STATION ELEVEN (2022) – Human drama set in an unrealistic vision of a post apocalyptic future


Rating: ⭐⭐

Here is yet another post apocalyptic story after a deadly flu wipes out most of the world’s population. It is like an extreme case scenario of covid-19!! However, this is based on a 2014 novel by Emily St John Mandel and made into this mini series before the current pandemic strike, so it is quite coincidental on how its theme resonates so closely with reality today.

While its premise of a deadly pandemic spreading across the globe felt too close to reality for comfort, its story on how its main characters survived and how their lives crossed each other seem highly improbable. Key characters conveniently and miraculous survived through the pandemic and we are not really shown how they managed to survive over a period of 20 years. Basic needs like food, water, clothing’s, and in one case, electricity seem to be readily available. Even the distances between events and communities seem to be little challenge without any motorised means of transport apart from walking and use of horse power. The idea of a group of survivors forming a travelling troupe of performers is hard to believe especially when their performances tend to lean on Shakespearean plays rather than more easily appreciated form of entertainment. The post apocalyptic world seem to be populated by people who are familiar with such heavy literature as King Lear!

So my greatest problem with the series is in its highly improbable or at best highly unbelievable portrayal of survival after a deadly pandemic wiped out most of earth’s civilisation along with all its technology and advancement. None of the surviving people appears to have formed any team to rebuild the basic infrastructures but yet we see a big group of travelling performers, another group of women who specialises in helping expecting mothers give birth, and yet another who manages to form a group of new borns (ie those born after the apocalypse). How each group came together and survive 20 year after the pandemic without the benefits of any modern technology is never addressed. We are expected to just accept that these groups exists and be more involved in the human drama that are somehow intertwined. This absence of simple logic to explain how people can survive or why they chose to end up in the small pockets of communities rather than trying to rebuild the technology is never addressed. The pandemic may have wiped out the majority of the human race but the hardware, buildings, machines, infrastructure etc still exists.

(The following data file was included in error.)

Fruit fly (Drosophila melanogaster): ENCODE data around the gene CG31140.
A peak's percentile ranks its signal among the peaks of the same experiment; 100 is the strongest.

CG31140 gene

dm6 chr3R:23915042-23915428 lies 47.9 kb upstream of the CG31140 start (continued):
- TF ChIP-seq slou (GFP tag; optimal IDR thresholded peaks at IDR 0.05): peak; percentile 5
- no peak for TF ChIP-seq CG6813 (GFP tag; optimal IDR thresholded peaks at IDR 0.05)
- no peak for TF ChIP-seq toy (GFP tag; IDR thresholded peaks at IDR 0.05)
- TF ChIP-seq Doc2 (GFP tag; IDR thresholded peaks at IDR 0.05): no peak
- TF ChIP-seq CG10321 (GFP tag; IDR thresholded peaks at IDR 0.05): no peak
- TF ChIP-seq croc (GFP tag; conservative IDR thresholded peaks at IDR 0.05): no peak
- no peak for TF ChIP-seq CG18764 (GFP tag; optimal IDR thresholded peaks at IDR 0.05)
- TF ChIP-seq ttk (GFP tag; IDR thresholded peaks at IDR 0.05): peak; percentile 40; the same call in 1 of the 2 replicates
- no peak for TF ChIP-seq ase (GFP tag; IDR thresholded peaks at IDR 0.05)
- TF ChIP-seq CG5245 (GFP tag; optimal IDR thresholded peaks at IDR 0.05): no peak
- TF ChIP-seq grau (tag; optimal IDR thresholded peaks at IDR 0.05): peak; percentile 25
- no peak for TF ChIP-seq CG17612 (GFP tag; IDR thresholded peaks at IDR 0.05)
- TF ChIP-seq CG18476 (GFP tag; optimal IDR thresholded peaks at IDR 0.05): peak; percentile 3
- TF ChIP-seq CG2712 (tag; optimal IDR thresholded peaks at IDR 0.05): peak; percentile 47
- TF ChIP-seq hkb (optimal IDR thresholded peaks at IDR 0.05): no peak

On the other hand, what I liked about the series is in its performances and in its interesting characters. The story telling through multiple timelines over the series’ 10 episodes is also very compellingly done. This method somehow succeeds whereas a similar style involving multiple plots of people in different parts of the world in another end of the world TV series, Invasion, failed. So inspite of the unrealistic scenarios, I found myself still invested in many of the key characters’ story and that made me want to continue watching to see what happens to them. The whole complex tapestry of what the future has become merely served as a way and excuse to write the story of these characters. Overall the series is heavy on human drama and connections and how they deal with loss, and abandonment. It has very little to do with science fiction or logic to support its vision of a future after an apocalyptic pandemic.

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